Estrela Consulting Blog

Both Sides Now: College Campus Visit Tips From a Dad Who Knows

Kevin Mayne November 01, 2017

As Joni Mitchell’s 1969 iconic song “Both Sides Now” says, I’ve looked at life from both sides now, from give and take, and still somehow

I survived.

college tour.jpg

Survived what, you may ask? Survived the college campus tour. Just how daunting is a campus tour? Allow me to elaborate.

When I took my daughter on college visits to more than a dozen colleges and universities, I figured it would be oh so easy. After all, with 30+ years of higher education experience and a wife who was a guidance counselor, I knew it all.

Oh, how wrong I was.

There was the time that we got up before the crack of dawn and drove four hours in the car to attend an early morning open house. Once we got to the school’s parking lot, my daughter announced, “I don’t like how it looks, I’m not going in.” After trying to reason with her I resorted to “Get out of the damn car, plaster a smile on your face, and look interested, now!” Yes, I admit, I was reduced to a crazed lunatic after 15 minutes of dealing with a stubborn and tired teen.

Moral of the story: teen biorhythms don’t acclimate well to early morning visits.

Then there was the college I really wanted my daughter to like. We drove to campus and went on a tour. Unfortunately, the tour guide ignored our questions, sighed when we asked to see the college’s fine arts building, and exclaimed when she opened the hallway door to a residence hall, “Huh, it doesn’t smell today.” That went over well. After returning to the admissions office, the counselor on duty ignored us and instead gave her undivided attention to a visiting football player. Needless to say, my daughter’s interest in the school evaporated despite my assertions that we just happened to get a bad tour guide and counselor and she should look beyond them to the other many great attributes the college had to offer.

Moral of the story: first impressions do matter.

We then attended an open house at a university that looked beautiful on their website and in their publications. I told my wife that, in reality, the school looked nothing like their photos and that it would not be a good fit for our daughter based on a number of factors. She insisted we visit. We did. It was horrible. During a departmental presentation, the two faculty members who spoke decided to fight and contradict each other. When asked about study abroad opportunities they informed us that, “We don’t believe in sending our students abroad. We want all their experiences to be local.” And regarding internships they said, “Oh, we don’t have many relationships established. We let our students find them on their own.” Umm, ok. Let’s just say we couldn’t get out of there fast enough!

Moral of the story: a picture is indeed worth a thousand words and the ones used to describe this visit aren’t printable!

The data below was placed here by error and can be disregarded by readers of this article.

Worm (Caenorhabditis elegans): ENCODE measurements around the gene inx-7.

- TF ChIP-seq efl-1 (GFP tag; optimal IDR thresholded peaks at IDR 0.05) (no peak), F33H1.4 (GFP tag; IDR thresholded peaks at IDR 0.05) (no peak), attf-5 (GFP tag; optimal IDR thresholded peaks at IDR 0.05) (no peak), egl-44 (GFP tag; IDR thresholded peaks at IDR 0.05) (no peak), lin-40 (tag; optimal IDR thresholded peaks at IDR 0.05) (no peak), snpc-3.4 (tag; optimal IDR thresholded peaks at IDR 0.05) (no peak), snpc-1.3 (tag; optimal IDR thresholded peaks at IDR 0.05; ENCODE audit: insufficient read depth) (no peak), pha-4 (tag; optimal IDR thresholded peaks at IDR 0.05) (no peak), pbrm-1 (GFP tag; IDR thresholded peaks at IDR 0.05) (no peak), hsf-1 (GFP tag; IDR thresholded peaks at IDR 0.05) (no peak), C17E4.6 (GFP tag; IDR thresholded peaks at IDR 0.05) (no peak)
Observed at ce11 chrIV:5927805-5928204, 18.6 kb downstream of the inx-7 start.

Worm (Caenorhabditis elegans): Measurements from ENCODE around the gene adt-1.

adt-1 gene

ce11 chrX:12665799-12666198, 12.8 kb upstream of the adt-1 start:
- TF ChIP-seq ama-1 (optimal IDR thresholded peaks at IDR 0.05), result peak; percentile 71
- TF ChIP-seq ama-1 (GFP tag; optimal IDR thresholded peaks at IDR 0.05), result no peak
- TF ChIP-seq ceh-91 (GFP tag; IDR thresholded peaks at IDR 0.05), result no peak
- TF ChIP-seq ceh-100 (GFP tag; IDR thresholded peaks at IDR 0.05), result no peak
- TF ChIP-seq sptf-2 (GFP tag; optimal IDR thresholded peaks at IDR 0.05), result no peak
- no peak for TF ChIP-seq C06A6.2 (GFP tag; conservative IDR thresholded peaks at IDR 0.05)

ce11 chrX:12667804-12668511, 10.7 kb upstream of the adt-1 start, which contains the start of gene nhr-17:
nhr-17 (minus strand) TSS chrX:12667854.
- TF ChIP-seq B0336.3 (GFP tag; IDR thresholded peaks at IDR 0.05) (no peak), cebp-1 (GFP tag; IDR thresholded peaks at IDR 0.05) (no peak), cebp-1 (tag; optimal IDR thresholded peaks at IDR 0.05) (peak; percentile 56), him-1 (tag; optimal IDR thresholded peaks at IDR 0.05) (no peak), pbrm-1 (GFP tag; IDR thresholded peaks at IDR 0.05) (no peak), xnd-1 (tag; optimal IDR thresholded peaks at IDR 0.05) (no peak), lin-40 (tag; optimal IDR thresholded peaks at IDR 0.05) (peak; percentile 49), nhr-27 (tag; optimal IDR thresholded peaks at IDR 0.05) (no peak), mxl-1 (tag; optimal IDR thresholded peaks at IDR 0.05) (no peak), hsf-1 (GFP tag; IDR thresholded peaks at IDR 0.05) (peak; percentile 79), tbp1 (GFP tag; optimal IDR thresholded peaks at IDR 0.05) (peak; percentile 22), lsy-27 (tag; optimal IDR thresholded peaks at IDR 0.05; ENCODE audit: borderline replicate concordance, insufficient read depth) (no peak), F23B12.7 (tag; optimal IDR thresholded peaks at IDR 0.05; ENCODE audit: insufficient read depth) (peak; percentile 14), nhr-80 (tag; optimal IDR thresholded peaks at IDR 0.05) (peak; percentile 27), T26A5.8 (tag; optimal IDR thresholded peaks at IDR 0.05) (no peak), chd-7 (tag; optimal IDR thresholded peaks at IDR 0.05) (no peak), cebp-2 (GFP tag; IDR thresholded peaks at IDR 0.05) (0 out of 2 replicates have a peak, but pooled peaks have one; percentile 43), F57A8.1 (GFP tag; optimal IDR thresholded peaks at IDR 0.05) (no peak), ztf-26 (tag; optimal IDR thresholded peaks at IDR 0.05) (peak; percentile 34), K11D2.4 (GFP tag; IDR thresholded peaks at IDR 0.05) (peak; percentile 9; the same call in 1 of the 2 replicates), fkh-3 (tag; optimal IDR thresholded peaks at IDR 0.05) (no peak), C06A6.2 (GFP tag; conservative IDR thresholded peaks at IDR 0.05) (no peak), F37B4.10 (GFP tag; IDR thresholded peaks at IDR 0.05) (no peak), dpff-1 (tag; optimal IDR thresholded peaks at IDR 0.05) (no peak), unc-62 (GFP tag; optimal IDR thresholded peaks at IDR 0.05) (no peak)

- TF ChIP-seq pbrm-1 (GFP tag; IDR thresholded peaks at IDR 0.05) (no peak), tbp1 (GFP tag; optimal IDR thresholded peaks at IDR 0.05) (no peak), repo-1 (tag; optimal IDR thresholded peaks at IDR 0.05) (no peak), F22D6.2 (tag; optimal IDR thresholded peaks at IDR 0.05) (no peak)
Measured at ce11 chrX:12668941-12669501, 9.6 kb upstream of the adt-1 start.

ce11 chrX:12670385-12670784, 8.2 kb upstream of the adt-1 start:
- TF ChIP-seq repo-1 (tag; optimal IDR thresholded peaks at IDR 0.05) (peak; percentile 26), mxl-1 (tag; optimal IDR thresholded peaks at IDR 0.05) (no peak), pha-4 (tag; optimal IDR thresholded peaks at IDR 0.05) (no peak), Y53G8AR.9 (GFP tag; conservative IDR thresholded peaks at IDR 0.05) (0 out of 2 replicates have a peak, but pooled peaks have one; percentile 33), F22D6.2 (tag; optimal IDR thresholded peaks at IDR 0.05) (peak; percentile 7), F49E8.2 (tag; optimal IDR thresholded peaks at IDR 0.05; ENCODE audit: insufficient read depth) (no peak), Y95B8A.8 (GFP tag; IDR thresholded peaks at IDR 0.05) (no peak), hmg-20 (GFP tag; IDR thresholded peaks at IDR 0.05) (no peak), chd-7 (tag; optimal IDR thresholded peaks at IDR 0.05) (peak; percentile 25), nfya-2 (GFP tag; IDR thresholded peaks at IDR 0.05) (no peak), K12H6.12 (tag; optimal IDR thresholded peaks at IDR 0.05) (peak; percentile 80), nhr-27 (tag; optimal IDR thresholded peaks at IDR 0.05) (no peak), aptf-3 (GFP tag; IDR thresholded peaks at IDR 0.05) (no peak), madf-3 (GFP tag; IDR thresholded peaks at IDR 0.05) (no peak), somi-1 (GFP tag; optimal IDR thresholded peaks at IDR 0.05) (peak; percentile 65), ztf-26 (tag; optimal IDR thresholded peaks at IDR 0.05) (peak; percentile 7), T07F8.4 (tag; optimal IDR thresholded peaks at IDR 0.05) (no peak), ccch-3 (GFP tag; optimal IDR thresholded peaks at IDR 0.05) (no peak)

Alas, college names were flying off my daughter’s list right and left. Sure, some of our visits went well, but the bad ones lingered in her memory. My wife and I tried to reason with her as both parents and educational professionals. She informed us that we didn’t know anything and that she should just go to her guidance counselor as she knew more than we did. Months of frustration built up and I responded, “I know your guidance counselor. She has met with you once in your entire high school career. What makes you think she knows what school would best fit your needs?” How do you think this diatribe worked out? It only made things worse. No one spoke in our household for quite a while.

Moral of the story: know your audience and think before you speak.

What did I learn when looking at the college visit from both sides now? Many things. First of all, parenthood is hard. There’s no operator’s manual for dealing with teens. All the higher education experience in the world doesn’t prepare you to be calm and non-judgmental when it’s your own child.

What advice do I have for parents?

  1. Be calm and know that this too shall pass. While it is good to guide your child, it is also a difficult and stressful time for them. Tread lightly. In addition to all the drama of being a teen, deciding where to spend your college years can seem overwhelming.
  2. Have patience. Plan your college visits carefully. If the distance is great, drive up the night before to check out the area and make sure you and your child are rested. A day long open house is exhausting – both physically and definitely emotionally.
  3. Prepare questions in advance and let your child know that you may ask some of them but, ultimately, it is up to them to get the answers they need.
  4. If you get a bad tour guide, don’t give up. Come back for an open house or a repeat visit.
  5. Above all, try to make the whole experience enjoyable and fun. In the long run it’ll make your life, and your child’s college search process, so much better. Show your child that you care, but not too much. Let them think they’re the ones in charge of the process.

As the rest of the song goes, But now it's just another show. You leave 'em laughing when you go. And if you care, don't let them know. Don't give yourself away.


In addition to his work with Estrela Consulting, Kevin Mayne is the Vice President for Enrollment Management at Landmark College.

Tagged: campus visits, college tours

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